MADISON, Wis. (AP) — Democratic Gov. Tony Evers and Republican legislative leaders, in a break from their normal partisan division, are working together on a legislative package to fight the coronavirus pandemic that has forced closures and unprecedented disruptions to daily life that could continue for months.
Up for discussion is what the state can do to mitigate losses to businesses, employees and everyone else affected by the virus, Evers and Republican Senate Majority Leader Scott Fitzgerald said on Tuesday.
“This is an all-out effort to make sure people in our state continue to thrive,” Evers said on WTMJ-AM.
Evers’ administration and Republicans who control the Legislature have been at odds on issues large and small since Evers took office last year. But the coronavirus, and the need for the state to react, appears to be bringing them together for now.
Fitzgerald described the conversation Monday with Evers’ chief of staff Maggie Gau as “very cooperative, very positive and well-received.”
Fitzgerald told The Associated Press that he was working closely with Evers and Assembly Speaker Robin Vos on what could be done, but that he had no idea when the Senate may reconvene to take action. On Tuesday, Fitzgerald postponed indefinitely a planned meeting next week over concerns about the virus.
“This could be a two- or three-month deal before there’s stability in the markets and government has a handle, as well as the private sector, and figures out how much damage has been done by the slowdown,” Fitzgerald said.
Before the outbreak, the state was projected to have a $620 million budget surplus by the middle of next year. Fitzgerald said he didn’t know how much of that would not materialize now given the economic downturn and still be available for any state stimulus package, but he would be wary about committing too much at this point.
Fitzgerald said Evers and lawmakers were making a list of requests that state agencies may have that would require action by the Legislature. They are also waiting to see what action the state may have to take in reaction to whatever stimulus bill passes Congress.
For most people, the new coronavirus causes only mild or moderate symptoms, such as fever and cough. For some, especially older adults and people with existing health problems, it can cause more severe illness, including pneumonia.
The vast majority of people recover. According to the World Health Organization, people with mild illness recover in about two weeks, while those with more severe illness may take three to six weeks to recover.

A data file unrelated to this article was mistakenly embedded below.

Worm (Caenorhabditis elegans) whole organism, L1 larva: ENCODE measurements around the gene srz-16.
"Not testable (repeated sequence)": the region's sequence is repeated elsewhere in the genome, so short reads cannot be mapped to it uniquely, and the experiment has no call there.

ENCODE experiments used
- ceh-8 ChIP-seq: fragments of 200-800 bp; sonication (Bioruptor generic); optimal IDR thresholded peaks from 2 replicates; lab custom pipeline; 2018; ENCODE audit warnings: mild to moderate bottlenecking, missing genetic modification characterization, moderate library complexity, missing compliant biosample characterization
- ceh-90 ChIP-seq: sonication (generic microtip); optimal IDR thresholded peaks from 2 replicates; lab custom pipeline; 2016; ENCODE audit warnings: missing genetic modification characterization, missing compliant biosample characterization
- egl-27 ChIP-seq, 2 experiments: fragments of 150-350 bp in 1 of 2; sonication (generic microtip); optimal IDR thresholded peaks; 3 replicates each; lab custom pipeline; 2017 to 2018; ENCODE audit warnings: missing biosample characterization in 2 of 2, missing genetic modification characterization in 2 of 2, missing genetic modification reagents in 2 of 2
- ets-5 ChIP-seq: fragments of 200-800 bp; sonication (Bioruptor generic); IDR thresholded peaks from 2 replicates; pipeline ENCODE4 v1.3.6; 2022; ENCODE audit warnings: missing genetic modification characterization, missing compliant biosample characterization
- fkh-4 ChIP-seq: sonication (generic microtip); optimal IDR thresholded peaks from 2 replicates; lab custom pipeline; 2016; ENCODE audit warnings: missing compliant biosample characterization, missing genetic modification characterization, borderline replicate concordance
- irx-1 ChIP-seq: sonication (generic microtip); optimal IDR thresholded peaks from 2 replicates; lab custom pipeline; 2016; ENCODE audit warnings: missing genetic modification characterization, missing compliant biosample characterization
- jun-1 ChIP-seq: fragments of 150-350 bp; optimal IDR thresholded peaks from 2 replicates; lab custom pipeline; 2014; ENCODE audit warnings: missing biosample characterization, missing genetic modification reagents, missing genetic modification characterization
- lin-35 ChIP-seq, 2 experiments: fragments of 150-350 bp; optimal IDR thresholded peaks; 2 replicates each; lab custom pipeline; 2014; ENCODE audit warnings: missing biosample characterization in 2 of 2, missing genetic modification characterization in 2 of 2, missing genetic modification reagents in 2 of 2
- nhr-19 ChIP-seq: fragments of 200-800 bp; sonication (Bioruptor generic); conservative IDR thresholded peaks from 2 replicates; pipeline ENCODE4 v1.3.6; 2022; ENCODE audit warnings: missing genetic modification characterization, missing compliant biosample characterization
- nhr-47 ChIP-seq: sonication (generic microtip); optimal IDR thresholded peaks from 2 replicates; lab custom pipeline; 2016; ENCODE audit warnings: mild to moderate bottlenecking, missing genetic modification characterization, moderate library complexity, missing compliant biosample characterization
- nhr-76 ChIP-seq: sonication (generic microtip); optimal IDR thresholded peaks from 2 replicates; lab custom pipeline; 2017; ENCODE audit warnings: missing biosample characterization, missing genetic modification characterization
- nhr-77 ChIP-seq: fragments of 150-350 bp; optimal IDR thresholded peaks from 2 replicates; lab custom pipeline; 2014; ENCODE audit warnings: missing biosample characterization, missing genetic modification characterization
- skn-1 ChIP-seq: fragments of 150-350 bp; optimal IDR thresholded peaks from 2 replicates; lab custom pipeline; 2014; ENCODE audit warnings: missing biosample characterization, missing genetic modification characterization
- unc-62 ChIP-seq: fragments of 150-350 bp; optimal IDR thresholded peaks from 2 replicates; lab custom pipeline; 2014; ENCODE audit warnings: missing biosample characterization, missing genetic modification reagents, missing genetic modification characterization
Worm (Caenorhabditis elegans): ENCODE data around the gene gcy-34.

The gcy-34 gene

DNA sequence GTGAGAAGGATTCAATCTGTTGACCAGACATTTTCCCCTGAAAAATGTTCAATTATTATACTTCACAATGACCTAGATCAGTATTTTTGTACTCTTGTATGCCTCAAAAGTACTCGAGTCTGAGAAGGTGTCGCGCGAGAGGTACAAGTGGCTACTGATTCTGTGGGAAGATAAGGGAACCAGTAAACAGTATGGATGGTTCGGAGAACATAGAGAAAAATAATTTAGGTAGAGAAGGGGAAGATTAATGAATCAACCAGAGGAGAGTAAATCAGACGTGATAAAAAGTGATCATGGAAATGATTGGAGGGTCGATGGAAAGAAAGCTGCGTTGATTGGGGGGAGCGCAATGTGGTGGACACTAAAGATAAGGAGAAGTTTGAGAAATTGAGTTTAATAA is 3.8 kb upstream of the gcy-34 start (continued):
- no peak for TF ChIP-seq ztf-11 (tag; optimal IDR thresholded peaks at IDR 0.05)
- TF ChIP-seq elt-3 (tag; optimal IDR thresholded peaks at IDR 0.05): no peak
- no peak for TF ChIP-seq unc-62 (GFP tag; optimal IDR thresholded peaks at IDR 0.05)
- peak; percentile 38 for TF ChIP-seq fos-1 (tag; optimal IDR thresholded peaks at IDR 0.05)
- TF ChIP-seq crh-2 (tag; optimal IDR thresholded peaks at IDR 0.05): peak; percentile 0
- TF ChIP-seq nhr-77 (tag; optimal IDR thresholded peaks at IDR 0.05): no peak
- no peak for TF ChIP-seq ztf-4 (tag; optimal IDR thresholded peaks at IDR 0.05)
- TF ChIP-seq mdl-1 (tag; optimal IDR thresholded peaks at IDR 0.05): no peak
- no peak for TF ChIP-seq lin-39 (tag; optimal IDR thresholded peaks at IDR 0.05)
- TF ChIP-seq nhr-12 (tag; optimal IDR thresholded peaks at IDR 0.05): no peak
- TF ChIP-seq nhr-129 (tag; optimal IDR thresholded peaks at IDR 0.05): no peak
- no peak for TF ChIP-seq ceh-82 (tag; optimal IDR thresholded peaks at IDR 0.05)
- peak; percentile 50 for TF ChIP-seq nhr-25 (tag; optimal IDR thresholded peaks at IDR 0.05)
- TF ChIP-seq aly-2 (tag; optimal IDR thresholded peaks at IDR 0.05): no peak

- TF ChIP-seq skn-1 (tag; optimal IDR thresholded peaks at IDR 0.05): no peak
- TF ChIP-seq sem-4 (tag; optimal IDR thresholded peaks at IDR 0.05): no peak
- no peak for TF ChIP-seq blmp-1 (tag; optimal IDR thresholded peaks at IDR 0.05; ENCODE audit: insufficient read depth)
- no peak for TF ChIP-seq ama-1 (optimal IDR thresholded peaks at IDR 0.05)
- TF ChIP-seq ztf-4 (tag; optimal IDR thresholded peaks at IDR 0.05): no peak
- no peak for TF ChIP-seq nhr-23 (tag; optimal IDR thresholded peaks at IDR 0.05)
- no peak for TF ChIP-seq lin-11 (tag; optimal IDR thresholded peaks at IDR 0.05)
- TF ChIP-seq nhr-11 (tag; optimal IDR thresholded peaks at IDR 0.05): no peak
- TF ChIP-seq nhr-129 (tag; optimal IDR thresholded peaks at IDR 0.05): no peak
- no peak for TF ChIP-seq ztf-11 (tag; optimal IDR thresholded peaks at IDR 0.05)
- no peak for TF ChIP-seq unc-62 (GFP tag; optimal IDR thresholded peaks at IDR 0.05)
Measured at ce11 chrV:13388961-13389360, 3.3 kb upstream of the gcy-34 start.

The drive to stop the virus from spreading to the most vulnerable people and to not overwhelm health care systems with sick patients is pushing the urgent calls for people to avoid crowds or to just stay home.
Wisconsin had 47 confirmed cases of COVID-17 in 11 counties as of Monday. Health officials in Dane County, home to the state capital of Madison, said Tuesday it has 17 confirmed cases, up from 10 the day before, but that no one has been hospitalized. Public Health Madison and Dane County also confirmed there was community spread of the virus to people who had not recently traveled to areas with a higher concentration of cases.
Evers, 68, is a cancer survivor who lives in the governor’s mansion, which is located in a village surrounded by the city of Madison. He said he has not been tested for the virus, is showing no symptoms and that he hopes to not get tested because he’s concerned about the availability of tests for people who need them.
Also on Tuesday, Evers said “it was too early to make that judgment” on whether to postpone Wisconsin’s April 7 election, which includes the presidential primary, a state Supreme Court race and a host of other local contests. Evers said the emphasis remained on encouraging early voting.
There’s also no guarantee that the situation would be any different in June if the election were delayed until then, Evers said.
The Wisconsin Elections Commission scheduled an emergency meeting for Wednesday afternoon. Moving the election date would most likely require the Legislature to pass a bill, something that no one was currently advocating for, Fitzgerald said.
“I don’t see us making any changes right now,” he said.
Meanwhile, hospitals across the state were following federal guidance and canceling elective surgeries as they prepared for a potential influx of patients suffering from COVID-19.
Bars and restaurants in Milwaukee and 10 other Milwaukee County communities shut down early Tuesday morning — St. Patrick’s Day — to help stop the spread of the virus. That came a day after Evers banned any gatherings of more than 50 people, but allowed bars and restaurants to remain open for now.